INNICHEN-SAN CANDIDO, Italy — Dave Duncan had to wait five years for his first World Cup victory but only another 24 hours for his second as he claimed back-to-back wins in Innichen-San Candido, Italy, while Marielle Thompson was second on Sunday to make it five podiums in two days for the Canadian ski cross team.
Brady Leman – who was third in Saturday’s Audi FIS Ski Cross World Cup race – looked on course for second place in Sunday’s men’s final before a mid-air collision pushed him out of bounds and into fourth, while Kelsey Serwa, who was second on Saturday, won Sunday’s women’s small final to finish fifth.
An incredible weekend of racing ended with Duncan and Thompson claiming red bibs as the leaders of the overall men’s and women’s World Cup rankings, while Canada moved into second place in the Nations Cup standings.
With alpine star Jan Hudec finishing second in men’s super G and Erik Guay winning the downhill in Val Gardena, Italy, that’s seven podiums in three days for Alpine Canada racers.
“It’s an incredible feeling and I struggle for words to truly describe how much it means to me to get that first win and not to have to wait 24 hours to get a second one in,” said Duncan, who also punched his ticket to the 2014 Sochi Olympic Winter Games with a pair of World Cup wins and said he’d received an email describing his weekend that read: “From the outhouse to the penthouse.”
“This is the stuff you dream of,” added Duncan, who made his ski cross World Cup debut in 2008 as one of the original members of the Canadian team. “You never really expect it to happen, even though you work your butt off for it. Everything kind of went my way.
“To be able to put the Sochi qualification behind me before Christmas . . . It will definitely take a lot of pressure off for those last three qualifying races in January.”
Duncan, who was third in the qualifying round Sunday, was strong out of the start gate all weekend and won his first two heats Sunday before holding off Swiss star Alex Fiva in the semifinal to place second and make it through to the final four for the second straight day. Duncan had another good start in the men’s final but found himself behind Germany’s Daniel Bohnacker at the first turn.
“Out of the gate I had a pretty good start but Bohnacker was a little quicker and had position,” Duncan said. “He made a mistake on turn four, the compression. I took a better line and carried a lot more speed out of the turn, used the draft to my advantage and kind of slingshot by him. Brady was charging for second place and on another day we would have had two Canadians on the podium.”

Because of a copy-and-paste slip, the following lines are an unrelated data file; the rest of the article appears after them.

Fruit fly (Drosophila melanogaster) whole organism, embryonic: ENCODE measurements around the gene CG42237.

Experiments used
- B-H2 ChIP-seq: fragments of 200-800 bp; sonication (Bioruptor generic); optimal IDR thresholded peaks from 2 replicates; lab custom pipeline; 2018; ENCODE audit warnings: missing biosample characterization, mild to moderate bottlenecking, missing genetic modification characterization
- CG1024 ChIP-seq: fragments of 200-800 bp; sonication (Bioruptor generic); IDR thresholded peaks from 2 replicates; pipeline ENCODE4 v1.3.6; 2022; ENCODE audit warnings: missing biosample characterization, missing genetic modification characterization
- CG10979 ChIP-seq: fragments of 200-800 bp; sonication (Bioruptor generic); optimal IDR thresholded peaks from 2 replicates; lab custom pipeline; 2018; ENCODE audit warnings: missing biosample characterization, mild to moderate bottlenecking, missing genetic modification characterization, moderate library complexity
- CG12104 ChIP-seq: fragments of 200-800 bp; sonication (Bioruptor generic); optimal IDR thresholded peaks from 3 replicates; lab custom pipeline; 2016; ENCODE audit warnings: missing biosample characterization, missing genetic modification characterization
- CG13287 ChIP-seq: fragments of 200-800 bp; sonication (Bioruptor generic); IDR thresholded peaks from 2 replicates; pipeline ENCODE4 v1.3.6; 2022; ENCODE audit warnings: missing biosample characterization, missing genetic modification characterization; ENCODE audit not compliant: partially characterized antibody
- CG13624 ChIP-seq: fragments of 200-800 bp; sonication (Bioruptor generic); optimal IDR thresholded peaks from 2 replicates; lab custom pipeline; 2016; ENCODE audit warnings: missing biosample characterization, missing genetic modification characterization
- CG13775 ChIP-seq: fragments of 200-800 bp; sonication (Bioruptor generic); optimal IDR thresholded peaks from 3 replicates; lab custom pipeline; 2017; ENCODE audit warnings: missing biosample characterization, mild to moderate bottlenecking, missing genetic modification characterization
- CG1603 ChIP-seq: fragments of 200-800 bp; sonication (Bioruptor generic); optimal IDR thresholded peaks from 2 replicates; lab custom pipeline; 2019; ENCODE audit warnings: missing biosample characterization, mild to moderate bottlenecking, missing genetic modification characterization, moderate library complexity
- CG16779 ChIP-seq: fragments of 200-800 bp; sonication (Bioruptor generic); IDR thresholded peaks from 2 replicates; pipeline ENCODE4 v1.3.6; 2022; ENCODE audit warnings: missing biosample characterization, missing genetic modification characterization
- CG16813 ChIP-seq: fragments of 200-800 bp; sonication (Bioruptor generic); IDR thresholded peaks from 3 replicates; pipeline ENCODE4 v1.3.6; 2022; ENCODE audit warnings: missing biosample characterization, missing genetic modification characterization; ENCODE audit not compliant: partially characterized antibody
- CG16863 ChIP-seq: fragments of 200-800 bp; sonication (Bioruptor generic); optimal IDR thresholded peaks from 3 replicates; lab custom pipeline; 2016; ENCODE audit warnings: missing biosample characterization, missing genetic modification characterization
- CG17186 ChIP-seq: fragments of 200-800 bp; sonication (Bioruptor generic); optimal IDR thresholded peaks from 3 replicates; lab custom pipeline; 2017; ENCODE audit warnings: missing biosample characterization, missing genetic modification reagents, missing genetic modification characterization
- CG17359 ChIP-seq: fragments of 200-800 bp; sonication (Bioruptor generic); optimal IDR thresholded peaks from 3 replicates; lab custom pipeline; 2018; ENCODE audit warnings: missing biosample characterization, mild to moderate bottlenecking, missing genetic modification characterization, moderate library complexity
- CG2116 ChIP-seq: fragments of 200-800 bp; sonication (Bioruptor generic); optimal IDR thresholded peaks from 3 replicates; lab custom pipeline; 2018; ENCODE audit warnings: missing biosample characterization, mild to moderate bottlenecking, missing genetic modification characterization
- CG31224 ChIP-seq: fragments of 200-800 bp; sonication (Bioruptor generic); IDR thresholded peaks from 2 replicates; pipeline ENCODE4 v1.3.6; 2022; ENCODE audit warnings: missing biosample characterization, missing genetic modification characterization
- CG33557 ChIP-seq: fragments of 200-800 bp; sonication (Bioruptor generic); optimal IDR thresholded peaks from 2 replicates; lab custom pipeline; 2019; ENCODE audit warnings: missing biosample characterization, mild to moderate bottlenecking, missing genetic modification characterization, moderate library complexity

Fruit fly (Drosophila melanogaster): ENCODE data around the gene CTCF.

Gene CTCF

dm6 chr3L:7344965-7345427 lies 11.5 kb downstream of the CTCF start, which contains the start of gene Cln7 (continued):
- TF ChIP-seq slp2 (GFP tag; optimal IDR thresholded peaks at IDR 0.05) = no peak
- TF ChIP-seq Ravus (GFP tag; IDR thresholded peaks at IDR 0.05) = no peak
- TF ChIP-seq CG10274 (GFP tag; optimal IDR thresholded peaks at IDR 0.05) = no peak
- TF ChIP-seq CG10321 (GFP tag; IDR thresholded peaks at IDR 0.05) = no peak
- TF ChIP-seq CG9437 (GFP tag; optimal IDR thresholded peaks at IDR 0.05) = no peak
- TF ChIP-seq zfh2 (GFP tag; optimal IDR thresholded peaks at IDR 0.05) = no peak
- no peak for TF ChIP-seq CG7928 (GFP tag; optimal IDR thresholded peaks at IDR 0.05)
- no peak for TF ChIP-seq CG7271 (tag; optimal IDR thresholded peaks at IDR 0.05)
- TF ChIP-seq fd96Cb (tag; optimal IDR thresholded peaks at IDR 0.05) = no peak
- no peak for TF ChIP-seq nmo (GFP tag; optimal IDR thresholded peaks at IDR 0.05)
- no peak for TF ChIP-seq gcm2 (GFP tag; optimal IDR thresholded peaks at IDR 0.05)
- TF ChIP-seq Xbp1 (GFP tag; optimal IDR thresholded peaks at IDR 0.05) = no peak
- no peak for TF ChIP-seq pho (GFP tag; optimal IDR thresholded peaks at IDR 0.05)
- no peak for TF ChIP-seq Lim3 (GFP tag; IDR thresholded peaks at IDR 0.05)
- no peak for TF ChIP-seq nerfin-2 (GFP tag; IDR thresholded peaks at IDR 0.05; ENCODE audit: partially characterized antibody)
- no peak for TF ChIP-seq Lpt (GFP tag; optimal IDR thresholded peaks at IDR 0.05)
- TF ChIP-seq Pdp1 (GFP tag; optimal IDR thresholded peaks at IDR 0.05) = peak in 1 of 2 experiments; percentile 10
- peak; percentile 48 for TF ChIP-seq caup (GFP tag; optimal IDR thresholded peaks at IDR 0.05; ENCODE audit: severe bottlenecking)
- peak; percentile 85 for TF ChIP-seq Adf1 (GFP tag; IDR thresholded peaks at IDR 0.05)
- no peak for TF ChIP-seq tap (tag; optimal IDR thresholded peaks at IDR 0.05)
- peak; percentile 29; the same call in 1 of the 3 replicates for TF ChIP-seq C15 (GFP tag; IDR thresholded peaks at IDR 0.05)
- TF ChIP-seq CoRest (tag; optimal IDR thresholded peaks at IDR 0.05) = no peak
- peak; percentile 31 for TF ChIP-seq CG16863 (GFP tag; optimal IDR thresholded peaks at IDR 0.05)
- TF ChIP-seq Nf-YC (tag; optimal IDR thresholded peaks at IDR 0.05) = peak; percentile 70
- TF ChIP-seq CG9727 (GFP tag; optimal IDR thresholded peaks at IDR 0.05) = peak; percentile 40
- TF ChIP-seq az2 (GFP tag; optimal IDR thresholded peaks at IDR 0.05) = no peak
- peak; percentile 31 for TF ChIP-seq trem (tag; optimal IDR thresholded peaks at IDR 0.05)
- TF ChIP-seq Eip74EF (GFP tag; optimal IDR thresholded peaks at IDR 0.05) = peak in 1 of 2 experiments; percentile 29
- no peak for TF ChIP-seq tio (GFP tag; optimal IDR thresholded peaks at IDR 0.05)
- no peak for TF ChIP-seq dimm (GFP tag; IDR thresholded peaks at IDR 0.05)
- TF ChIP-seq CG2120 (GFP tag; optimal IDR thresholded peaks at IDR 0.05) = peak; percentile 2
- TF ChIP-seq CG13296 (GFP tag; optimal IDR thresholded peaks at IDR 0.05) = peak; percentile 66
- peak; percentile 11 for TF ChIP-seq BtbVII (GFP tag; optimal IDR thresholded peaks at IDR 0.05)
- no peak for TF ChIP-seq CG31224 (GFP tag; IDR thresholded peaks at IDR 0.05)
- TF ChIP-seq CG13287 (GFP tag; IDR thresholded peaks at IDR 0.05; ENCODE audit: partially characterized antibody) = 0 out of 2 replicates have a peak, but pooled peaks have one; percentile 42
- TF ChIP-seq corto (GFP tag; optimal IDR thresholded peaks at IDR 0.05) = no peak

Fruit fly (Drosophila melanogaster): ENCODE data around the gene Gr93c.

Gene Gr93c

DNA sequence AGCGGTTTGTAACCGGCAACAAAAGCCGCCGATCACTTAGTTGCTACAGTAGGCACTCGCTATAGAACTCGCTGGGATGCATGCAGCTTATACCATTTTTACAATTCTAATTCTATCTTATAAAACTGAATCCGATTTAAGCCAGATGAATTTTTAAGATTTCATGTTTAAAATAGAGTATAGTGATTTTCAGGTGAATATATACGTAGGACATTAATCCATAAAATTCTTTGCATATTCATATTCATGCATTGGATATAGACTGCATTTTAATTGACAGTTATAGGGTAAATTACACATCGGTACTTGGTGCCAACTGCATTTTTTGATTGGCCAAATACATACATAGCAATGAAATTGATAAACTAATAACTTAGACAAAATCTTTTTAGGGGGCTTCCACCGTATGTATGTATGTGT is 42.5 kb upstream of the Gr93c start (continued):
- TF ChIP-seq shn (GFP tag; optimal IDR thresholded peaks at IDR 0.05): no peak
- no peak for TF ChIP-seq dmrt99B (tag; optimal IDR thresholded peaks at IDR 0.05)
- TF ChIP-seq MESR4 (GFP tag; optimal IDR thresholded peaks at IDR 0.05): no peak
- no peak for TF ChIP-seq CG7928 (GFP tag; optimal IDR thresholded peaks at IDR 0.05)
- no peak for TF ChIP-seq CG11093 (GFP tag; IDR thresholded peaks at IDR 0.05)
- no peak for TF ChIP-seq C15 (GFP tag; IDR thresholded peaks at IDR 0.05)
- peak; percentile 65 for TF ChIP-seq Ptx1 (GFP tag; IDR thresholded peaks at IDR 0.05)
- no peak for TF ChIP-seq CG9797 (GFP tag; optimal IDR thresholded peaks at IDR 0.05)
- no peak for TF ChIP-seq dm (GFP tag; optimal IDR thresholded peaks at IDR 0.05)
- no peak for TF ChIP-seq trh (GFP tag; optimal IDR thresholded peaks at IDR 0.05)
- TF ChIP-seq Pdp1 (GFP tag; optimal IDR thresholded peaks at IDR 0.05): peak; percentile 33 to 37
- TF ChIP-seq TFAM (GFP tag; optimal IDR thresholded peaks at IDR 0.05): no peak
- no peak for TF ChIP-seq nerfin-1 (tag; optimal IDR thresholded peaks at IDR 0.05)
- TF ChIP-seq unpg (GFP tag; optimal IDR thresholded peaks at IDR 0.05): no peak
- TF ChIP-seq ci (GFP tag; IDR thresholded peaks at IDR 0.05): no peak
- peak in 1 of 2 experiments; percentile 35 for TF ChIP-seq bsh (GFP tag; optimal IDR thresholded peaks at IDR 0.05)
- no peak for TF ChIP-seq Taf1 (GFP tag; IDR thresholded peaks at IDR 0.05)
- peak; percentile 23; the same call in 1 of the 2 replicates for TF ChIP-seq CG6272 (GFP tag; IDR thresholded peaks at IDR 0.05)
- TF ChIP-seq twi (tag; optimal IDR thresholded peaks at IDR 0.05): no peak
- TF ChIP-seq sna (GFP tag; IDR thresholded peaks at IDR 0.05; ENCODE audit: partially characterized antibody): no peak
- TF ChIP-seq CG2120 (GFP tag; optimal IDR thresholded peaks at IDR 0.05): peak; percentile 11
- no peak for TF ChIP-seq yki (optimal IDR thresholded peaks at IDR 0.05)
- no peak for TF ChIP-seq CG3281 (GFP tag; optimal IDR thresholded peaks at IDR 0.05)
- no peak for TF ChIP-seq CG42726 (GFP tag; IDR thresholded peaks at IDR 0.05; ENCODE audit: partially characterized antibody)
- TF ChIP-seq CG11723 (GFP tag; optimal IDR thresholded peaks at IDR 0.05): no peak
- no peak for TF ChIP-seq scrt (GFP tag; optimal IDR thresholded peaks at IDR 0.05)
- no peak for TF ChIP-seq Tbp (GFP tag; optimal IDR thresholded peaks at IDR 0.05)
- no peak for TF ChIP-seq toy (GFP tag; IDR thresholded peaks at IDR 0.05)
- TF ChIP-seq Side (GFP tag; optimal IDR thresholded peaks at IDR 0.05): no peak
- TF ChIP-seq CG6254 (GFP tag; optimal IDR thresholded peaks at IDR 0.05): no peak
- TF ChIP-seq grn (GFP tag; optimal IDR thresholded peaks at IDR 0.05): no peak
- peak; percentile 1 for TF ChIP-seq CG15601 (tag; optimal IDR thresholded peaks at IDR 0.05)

Leman had to battle his way through the rounds Sunday and appeared poised for a second straight podium when he moved from fourth into third place. But he got involved in a huge fight with Austria’s Andy Matt for second place, which resulted in a mid-air collision off the last jump that pushed Leman out of bounds. He ended up finishing fourth.
“In the final I was battling trying to move up. I was really battling with Andy Matt and kind of got tangled up going into the last gate and that was it,” Leman said. “This (weekend’s results) is where we feel like we can be and I still feel we can be better.
“Everyone on the team wants to be in the final. It’s a lofty goal but it’s where we kind of expect ourselves to be. It was exciting to see Dunc step up so big and take the two wins. He’s always raced well here and I’ve done well here in the past, too. It’s cool with the team owning the board on the happy end, instead of the losing end.”
The top American was Joe Swensson, who finished 28th and 12th, respectively, in the Saturday and Sunday races.
On the back of Sunday’s results, Duncan leads the individual men’s ski cross World Cup standings with 214 points, with Matt sitting second (205) and Leman third (170).
The women’s races were equally exciting, with Thompson using her hot starts to power herself into the women’s final.
“Today was awesome. I won every start and really showed where my skiing is at,” said Thompson, who was eighth in the morning’s qualification round. “I got a fast start in the final and I was leading probably to half way when Katrin (Mueller, of Switzerland) came in with a lot of speed and got me on the inside of a straightaway. I made a little bit of ground up on Katrin but it wasn’t enough.”
With the podium, Thompson’s second of the season following her win at the season-opener in Nakiska, the Whistlerite moves into first place in the overall ski cross World Cup rankings with 270 points, ahead of Mueller and her teammate Fanny Smith (who both have 256). Serwa sits fourth (186).
“I’m really excited to have the leader bib again,” said Thompson, who in 2012 became the first Canadian to win an individual ski cross Crystal Globe as the overall World Cup champion. “It just goes to show all the training I did this summer is paying off.”
Serwa, coming back off knee surgery for the second successive year, wrapped up a very successful weekend of racing by winning the women’s small final during a dramatic race to the line with Smith.
“I’d much rather be in the final but when I get in the small final I get all fired up and say, ‘This is my shot . . . so you’d better turn out a fifth-place finish,’ ” said Serwa, who all-but punched her ticket to Sochi with Saturday’s second-place result. “I kind of had this spot in mind (on the course) where I would go tight. I was just reeling (Smith) in all the way to the finish and I got her at the line so I’m pretty happy about that.”
Duncan, Leman and Thompson are all Sochi-bound after meeting the ‘Tier A’ qualification criteria for nomination to Canada’s team for the 2014 Olympic Winter Games. Serwa is also all-but-guaranteed a spot after meeting the ‘Tier 2’ criteria.
Release courtesy of Alpine Canada